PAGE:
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United States GP Paddock Notebook – Friday

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AUSTIN, Texas – Friday at the United States Grand Prix, edition 2015, is in the books.  Unfortunately the fans who were dedicated and hearty enough to come out to the track only got one session’s worth of running, with some decent action in free practice one occurring before a deluge occurred to wash out free practice two.

As such, it’s hard to glean too much from today’s times this morning, but it is important to note how long some of the runs were on Pirelli’s intermediate tire.

Perhaps the biggest news of the day was what was unexpected, when Lotus F1 Team CEO Matthew Carter said during the FIA Friday Press Conference that the team’s second driver would be named within the hour. Soon enough, there was confirmation of Jolyon Palmer alongside Pastor Maldonado for 2016.

Here’s a roundup of today’s posts, features and analysis from Friday at Circuit of The Americas:

SESSION REPORTS

PADDOCK NEWS AND FEATURES

THOUGHTS FROM THE TRACK

Eeny, meeny, miny, Renault?

Just as the old children’s song had four possible choices, so too does Red Bull in regards to its 2016 engine situation. Excuse the creative liberty as I opted to swap “Renault” in for “moe” – it rhymes and it also seems to be the most realistic option as it stands. Except if it isn’t.

Red Bull team principal Christian Horner made the media rounds today, first telling Sky Sports tongue-in-cheek that there was a 25 percent chance of choosing Honda next year. Then he spoke to NBCSN’s Will Buxton during the rain-canceled FP2, saying, “Of course there’s a lot of speculation. This week it’s Honda. It was Ferrari last week. Renault before that. There’s a lot of conversation in the background.”

Finally in the FIA Friday Press Conference, Horner reiterated his goal is to keep Red Bull not just afloat but competitive in the future – that is his clear objective – but whether that is with or without the blessing of his ultimate boss, Red Bull’s Dietrich Mateschitz, still remains to be seen.

The saga that seems to have no end date in sight needs a resolution soon, as several in the room noted the urgency of getting something sorted sooner rather than later.

Another engine option for 2017? 

Late word came in Friday night, via Auto Motor und Sport and Motorsport.com, that the FIA may push a concept of a low-budget power unit, rumored to be a 2.2L twin-turbo V6 engine – the same engines you see in IndyCar – for 2017. Watch this space to see if or how it develops.

Palmer’s graduation after grad school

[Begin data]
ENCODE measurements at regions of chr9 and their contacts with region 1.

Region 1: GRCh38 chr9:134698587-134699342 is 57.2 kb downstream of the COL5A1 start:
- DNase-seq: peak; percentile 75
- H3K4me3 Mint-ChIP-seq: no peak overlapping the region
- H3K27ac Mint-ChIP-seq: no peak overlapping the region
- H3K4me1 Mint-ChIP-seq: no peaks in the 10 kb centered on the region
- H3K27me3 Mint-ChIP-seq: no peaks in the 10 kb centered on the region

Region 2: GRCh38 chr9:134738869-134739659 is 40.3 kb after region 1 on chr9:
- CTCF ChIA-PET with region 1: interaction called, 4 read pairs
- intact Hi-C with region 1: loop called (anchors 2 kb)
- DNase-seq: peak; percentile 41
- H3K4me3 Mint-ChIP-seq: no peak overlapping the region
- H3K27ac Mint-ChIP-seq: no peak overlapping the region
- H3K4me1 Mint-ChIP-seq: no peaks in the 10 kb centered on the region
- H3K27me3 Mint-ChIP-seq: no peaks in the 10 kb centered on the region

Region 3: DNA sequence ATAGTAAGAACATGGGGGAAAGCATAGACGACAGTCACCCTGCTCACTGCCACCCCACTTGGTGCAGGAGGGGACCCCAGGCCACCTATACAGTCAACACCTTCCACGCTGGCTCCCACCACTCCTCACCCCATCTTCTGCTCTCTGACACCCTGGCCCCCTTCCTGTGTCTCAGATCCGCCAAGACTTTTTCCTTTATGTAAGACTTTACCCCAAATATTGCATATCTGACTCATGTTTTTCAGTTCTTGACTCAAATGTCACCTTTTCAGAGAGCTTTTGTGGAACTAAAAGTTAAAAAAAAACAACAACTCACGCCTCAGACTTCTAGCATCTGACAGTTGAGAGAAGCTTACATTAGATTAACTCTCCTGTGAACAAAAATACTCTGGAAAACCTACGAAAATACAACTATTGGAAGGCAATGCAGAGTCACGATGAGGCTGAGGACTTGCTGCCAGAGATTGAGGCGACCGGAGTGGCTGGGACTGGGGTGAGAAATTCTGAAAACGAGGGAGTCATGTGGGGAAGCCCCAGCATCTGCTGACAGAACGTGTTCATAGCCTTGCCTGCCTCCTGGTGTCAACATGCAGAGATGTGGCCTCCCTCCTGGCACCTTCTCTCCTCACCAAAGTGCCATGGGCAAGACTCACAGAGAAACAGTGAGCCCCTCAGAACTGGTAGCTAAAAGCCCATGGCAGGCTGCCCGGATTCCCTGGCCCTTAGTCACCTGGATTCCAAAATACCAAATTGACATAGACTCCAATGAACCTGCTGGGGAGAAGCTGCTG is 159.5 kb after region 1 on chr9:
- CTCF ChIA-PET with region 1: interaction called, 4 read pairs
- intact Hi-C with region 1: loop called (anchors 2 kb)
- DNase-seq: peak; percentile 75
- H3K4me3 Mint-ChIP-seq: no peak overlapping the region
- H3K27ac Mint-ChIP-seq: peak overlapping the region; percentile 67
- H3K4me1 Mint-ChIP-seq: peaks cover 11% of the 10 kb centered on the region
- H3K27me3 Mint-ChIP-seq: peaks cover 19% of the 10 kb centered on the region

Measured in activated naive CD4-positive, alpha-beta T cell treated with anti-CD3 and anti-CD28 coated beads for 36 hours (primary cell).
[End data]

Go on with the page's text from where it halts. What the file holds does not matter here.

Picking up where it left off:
Lotus reserve and third driver Jolyon Palmer has made it to Formula 1 after winning the GP2 Series championship after all – just a year late. The Englishman was confirmed late Friday afternoon to join the team for 2016, replacing Haas-bound Romain Grosjean.

Palmer’s appointment isn’t necessarily a surprise – he’s driven or been scheduled to drive in 11 free practice sessions this season – but the timing is. Earlier this month, Pastor Maldonado said he had no preference over a a teammate, but just in the last week or so, said he’d prefer a teammate with experience. Now, he doesn’t have one, as Palmer will find his footing in his maiden Grand Prix season.

Interestingly, poor Palmer has had a rough go of things in his most recent practice sessions. After banking a wealth of laps in seven of his first eight outings, he’s only had nine total laps in his last three, in the Russian Grand Prix FP1 session that barely had any running. At both Suzuka and now today in Austin, Palmer’s been nominated to drive but hasn’t completed any laps.

Rain reigns, part one, with Saturday timetable TBD

The expectation was that FP1 wouldn’t see much running, but it did. Meanwhile FP2 was entirely washed out, with torrential rain then sweeping through the paddock only about five minutes after 2 p.m. CT and local time, when the session was scheduled to start. It marks yet another Friday where there hasn’t been proper running in at least one of the two sessions for the field.

The question, of course is how whatever rain is leftover and hits central Texas stemming from Hurricane Patricia – the Category 5 hurricane which is well on its way to Mexico – will affect the timetable for Saturday’s running. It may be a case where Saturday becomes a complete washout.

The thoughts, prayers and concerns are with those neighbors to the south first, given what by all accounts is shaping up to be a monster of a storm.

“How you doin’?”

On a much lighter note, I don’t know if he got TV time today, but I managed to spot Matt LeBlanc at the Lotus F1 Team garage just before FP2. The former Friends and current Episodes star has been to each of the three previous USGPs at Austin, and kept his streak alive by showing up today – we can only assume he took shelter shortly after this shot.

Lotus paid tribute to LeBlanc’s appearance with an excellent play-on-words of Friends episode titles. Each Friends episode begins with the words, “The one where…,” and so Lotus rather astutely called its social media recap of free practice two, “The one where we didn’t actually have FP2…”. Top job, lads.

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Join us tomorrow for all of the action from Austin on NBC Sports Live Extra (FP3 at 11 a.m. ET), with NBCSN coverage starting at 12:30 p.m. ET. FP3 will be shown, and will lead straight into LIVE qualifying, projected to start at 2 p.m. ET. For more information on the broadcasting options for the United States GP, click here.

More tomorrow from what is bound to be another abnormal day at the office.